Category: Fine Arts, Illustration
Donald Angus Collection of Botanical Prints Donald Angus' collection of botanical prints are housed at the Bishop Museum, Foster Gardens, the National Tropical Botanical Garden, and the University of Hawai'i at Manoa Hamilton Library. These exquisite illustrations were published in monographs and journals mainly in the 18th and 19th centuries. They reflect the enthusiasm of scientists, and the popularity of the exotic flora being introduced and cultivated in European botanical gardens. Many prints in the Angus collection are from Monandrian Plants of the Order Scitamineae by William Roscoe (1753-1831). Roscoe, a wealthy banker and amateur botanist, founded the Liverpool Botanic Garden in 1802.
Within the vast body of literature on Asia held by the Asia Collection at the University of Hawaii are fascinating illustrations of the people of Asia and the environment in which they live. These images are a visual record of the lives of the people and their surroundings. The sheer number of illustrations makes digitizing all of them an impossible task, so we have decided to concentrate on the theme "Asia at Work." Work is the activity by which so many of us identify ourselves. The tools we use, the human interaction and cooperation that occurs in the course of its performance, and the skills we employ all, to a great extent, help define who we are. Images are arranged by country.
Our Mission Norman Rockwell Museum is dedicated to education and art appreciation inspired by the legacy of Norman Rockwell. The museum preserves, studies and communicates with a worldwide audience the life, art and spirit of Norman Rockwell in the field of illustration. The museum is a gathering place for reflection, involvement, and discovery through the enjoyment of the artist’s work. Norman Rockwell’s unique contributions to art and society, popular culture and social commentary influence the museum’s programs and interpretations. Nov 7 Wed NRM Twitter Follow @nrockwellmuseum on Twitter Hours November-April: Weekdays 10 a.m. – 4 p.m. – Weekends and holidays: 10 a.m. – 5 p.m.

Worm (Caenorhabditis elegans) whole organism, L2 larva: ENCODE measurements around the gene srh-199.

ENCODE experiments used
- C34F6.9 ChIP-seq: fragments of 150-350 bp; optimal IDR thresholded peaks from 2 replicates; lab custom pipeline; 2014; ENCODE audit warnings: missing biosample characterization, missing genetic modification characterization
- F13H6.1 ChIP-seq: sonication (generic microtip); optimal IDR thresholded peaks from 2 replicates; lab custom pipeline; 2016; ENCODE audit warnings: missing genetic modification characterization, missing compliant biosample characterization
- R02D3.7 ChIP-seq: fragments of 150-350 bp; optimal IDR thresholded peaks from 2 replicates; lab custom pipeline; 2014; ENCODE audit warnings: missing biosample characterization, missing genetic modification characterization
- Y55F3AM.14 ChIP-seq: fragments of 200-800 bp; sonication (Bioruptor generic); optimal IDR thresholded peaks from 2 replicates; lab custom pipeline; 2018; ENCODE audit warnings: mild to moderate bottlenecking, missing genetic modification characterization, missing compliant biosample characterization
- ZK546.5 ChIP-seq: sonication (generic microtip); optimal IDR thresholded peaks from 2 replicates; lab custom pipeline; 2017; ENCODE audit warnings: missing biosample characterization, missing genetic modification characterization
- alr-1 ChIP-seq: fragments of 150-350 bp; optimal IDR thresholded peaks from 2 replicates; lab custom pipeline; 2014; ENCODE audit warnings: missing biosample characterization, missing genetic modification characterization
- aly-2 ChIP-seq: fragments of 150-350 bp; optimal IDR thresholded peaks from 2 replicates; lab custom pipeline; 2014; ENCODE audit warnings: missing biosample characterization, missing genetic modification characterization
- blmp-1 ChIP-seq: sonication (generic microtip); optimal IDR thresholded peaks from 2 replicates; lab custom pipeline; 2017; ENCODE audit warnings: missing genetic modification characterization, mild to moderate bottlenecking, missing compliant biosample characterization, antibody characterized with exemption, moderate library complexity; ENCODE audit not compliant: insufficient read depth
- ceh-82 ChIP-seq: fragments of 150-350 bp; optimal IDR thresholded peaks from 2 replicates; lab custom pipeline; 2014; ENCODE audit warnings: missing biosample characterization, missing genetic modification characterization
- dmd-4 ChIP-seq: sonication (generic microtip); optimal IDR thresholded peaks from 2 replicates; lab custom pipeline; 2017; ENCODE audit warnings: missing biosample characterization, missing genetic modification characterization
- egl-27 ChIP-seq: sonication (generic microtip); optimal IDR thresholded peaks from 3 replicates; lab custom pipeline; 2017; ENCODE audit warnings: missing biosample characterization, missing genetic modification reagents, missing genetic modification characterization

The Collection Just under 300 engravings, watercolors, and illustrations drawn from books, archival collections, and artwork from the Beinecke Library's Western Americana and General collections. Cite as: Beinecke Rare Book and Manuscript Library, Yale University
Pictures came before books, printing or writing, and were our first expression of stories. The Canadian artist Marie Day celebrated the power of cave art in her picture book Quennu and the Cave Bear , an imaginative recreation of how a young girl of the Stone Age conquered her fear of a ferocious cave bear by drawing him. The Stone Age makes a fitting start to an exhibition celebrating Canadian picture books, within which there are no boundaries of place or time. In chronological terms, the earliest painting in this exhibit is 42, the latest, only three years old. The earliest artefact shown here is nearly 3,000 years old, and the story of Quennu depicts a period over 20,000 years ago.
Theodore Bolton Collection Theodore Bolton was a librarian, art historian, and artist. Bolton received a diploma in the arts from that Pratt Institute in Brooklyn, New York, in 1915. He studied library science at the same institute, receiving a diploma in that subject in 1924. He pursued formal academic work later in his life as well, receiving in 1937 a B.S. in education, and a M.A. in education in 1940, both from New York University. Thereafter, he received an M.F.A. from Columbia in 1955. In addition, he studied at Harvard during the summers from 1937 to 1939. Upon his retirement, Bolton and his wife moved to Coconut Grove, Florida. Theodore Bolton died at his Coconut Grove home on Friday, December 7, 1973.
This collection features approximately 4500 full page plates and other significant illustrations of human anatomy selected from the Jason A. Hannah and Academy of Medicine collections in the history of medicine at the Thomas Fisher Rare Book Library, University of Toronto. Each illustration has been fully indexed using medical subject headings (MeSH), and techniques of illustration, artists, and engravers have been identified whenever possible. There are ninety-five individual titles represented, ranging in date from 1522 to 1867.
A native Ithacan and the nation's most notable ornithological painter since Audubon. Cornell University holds a large collection of his bird illustrations, as well as his personal papers. You will find here a database with 2500 of these illustrations, as well as an exhibit based on the journal he kept during the 1899 Harriman Alaska expedition. Site design by John Greek. Most recent site update: October 8, 2001.
General Introduction The purpose of these brief introductory remarks is to tell you, first, what kind of information you can find on this website and, second, how you can retrieve this information. The core of the whole site is a scholarly database. This database contains all kinds of information about the illuminated medieval manuscripts of the Koninklijke Bibliotheek and the Museum Meermanno-Westreenianum. You can get access to this 'electronic catalogue' in various ways. When choosing your way, your own expertise and wishes should guide you. If you do not routinely consult databases and your interest in medieval illumination is not a professional one, you may start with our guided tour.